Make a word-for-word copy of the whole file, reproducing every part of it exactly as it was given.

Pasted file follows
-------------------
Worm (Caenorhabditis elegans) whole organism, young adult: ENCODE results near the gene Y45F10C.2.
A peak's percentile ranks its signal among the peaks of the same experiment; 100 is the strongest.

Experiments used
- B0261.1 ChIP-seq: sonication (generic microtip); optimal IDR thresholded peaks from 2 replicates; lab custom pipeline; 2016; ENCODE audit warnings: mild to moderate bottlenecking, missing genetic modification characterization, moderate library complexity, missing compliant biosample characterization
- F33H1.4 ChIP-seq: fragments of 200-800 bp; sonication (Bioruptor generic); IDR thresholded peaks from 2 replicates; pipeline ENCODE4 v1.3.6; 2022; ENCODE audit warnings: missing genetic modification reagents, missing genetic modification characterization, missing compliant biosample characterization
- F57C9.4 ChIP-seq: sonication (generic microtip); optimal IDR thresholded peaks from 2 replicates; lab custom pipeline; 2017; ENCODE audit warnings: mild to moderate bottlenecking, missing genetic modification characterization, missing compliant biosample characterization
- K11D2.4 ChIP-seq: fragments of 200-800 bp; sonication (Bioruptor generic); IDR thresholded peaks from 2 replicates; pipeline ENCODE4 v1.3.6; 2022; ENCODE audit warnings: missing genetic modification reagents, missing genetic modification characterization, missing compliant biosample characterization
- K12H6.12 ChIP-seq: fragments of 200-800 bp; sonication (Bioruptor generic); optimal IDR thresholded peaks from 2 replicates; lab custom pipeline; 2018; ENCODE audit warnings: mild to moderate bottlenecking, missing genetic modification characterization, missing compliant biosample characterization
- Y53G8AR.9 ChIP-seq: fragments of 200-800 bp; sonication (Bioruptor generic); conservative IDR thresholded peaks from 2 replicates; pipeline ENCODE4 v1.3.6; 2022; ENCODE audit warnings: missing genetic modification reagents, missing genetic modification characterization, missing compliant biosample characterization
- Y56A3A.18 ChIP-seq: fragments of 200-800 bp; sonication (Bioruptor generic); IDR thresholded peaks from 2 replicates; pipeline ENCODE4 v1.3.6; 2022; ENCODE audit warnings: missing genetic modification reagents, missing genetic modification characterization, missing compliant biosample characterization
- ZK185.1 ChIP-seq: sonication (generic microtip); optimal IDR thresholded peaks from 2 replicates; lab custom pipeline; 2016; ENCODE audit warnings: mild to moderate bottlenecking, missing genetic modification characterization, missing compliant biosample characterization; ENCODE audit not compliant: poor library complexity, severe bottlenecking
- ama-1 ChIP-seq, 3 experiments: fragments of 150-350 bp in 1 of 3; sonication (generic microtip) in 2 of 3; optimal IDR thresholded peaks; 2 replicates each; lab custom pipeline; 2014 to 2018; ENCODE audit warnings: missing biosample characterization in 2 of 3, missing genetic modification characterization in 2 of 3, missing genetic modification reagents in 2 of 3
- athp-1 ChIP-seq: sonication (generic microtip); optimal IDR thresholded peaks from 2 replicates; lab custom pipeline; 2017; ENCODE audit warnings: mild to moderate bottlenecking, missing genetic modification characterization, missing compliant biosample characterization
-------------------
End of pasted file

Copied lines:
Worm (Caenorhabditis elegans) whole organism, young adult: ENCODE results near the gene Y45F10C.2.
A peak's percentile ranks its signal among the peaks of the same experiment; 100 is the strongest.

Experiments used
- B0261.1 ChIP-seq: sonication (generic microtip); optimal IDR thresholded peaks from 2 replicates; lab custom pipeline; 2016; ENCODE audit warnings: mild to moderate bottlenecking, missing genetic modification characterization, moderate library complexity, missing compliant biosample characterization
- F33H1.4 ChIP-seq: fragments of 200-800 bp; sonication (Bioruptor generic); IDR thresholded peaks from 2 replicates; pipeline ENCODE4 v1.3.6; 2022; ENCODE audit warnings: missing genetic modification reagents, missing genetic modification characterization, missing compliant biosample characterization
- F57C9.4 ChIP-seq: sonication (generic microtip); optimal IDR thresholded peaks from 2 replicates; lab custom pipeline; 2017; ENCODE audit warnings: mild to moderate bottlenecking, missing genetic modification characterization, missing compliant biosample characterization
- K11D2.4 ChIP-seq: fragments of 200-800 bp; sonication (Bioruptor generic); IDR thresholded peaks from 2 replicates; pipeline ENCODE4 v1.3.6; 2022; ENCODE audit warnings: missing genetic modification reagents, missing genetic modification characterization, missing compliant biosample characterization
- K12H6.12 ChIP-seq: fragments of 200-800 bp; sonication (Bioruptor generic); optimal IDR thresholded peaks from 2 replicates; lab custom pipeline; 2018; ENCODE audit warnings: mild to moderate bottlenecking, missing genetic modification characterization, missing compliant biosample characterization
- Y53G8AR.9 ChIP-seq: fragments of 200-800 bp; sonication (Bioruptor generic); conservative IDR thresholded peaks from 2 replicates; pipeline ENCODE4 v1.3.6; 2022; ENCODE audit warnings: missing genetic modification reagents, missing genetic modification characterization, missing compliant biosample characterization
- Y56A3A.18 ChIP-seq: fragments of 200-800 bp; sonication (Bioruptor generic); IDR thresholded peaks from 2 replicates; pipeline ENCODE4 v1.3.6; 2022; ENCODE audit warnings: missing genetic modification reagents, missing genetic modification characterization, missing compliant biosample characterization
- ZK185.1 ChIP-seq: sonication (generic microtip); optimal IDR thresholded peaks from 2 replicates; lab custom pipeline; 2016; ENCODE audit warnings: mild to moderate bottlenecking, missing genetic modification characterization, missing compliant biosample characterization; ENCODE audit not compliant: poor library complexity, severe bottlenecking
- ama-1 ChIP-seq, 3 experiments: fragments of 150-350 bp in 1 of 3; sonication (generic microtip) in 2 of 3; optimal IDR thresholded peaks; 2 replicates each; lab custom pipeline; 2014 to 2018; ENCODE audit warnings: missing biosample characterization in 2 of 3, missing genetic modification characterization in 2 of 3, missing genetic modification reagents in 2 of 3
- athp-1 ChIP-seq: sonication (generic microtip); optimal IDR thresholded peaks from 2 replicates; lab custom pipeline; 2017; ENCODE audit warnings: mild to moderate bottlenecking, missing genetic modification characterization, missing compliant biosample characterization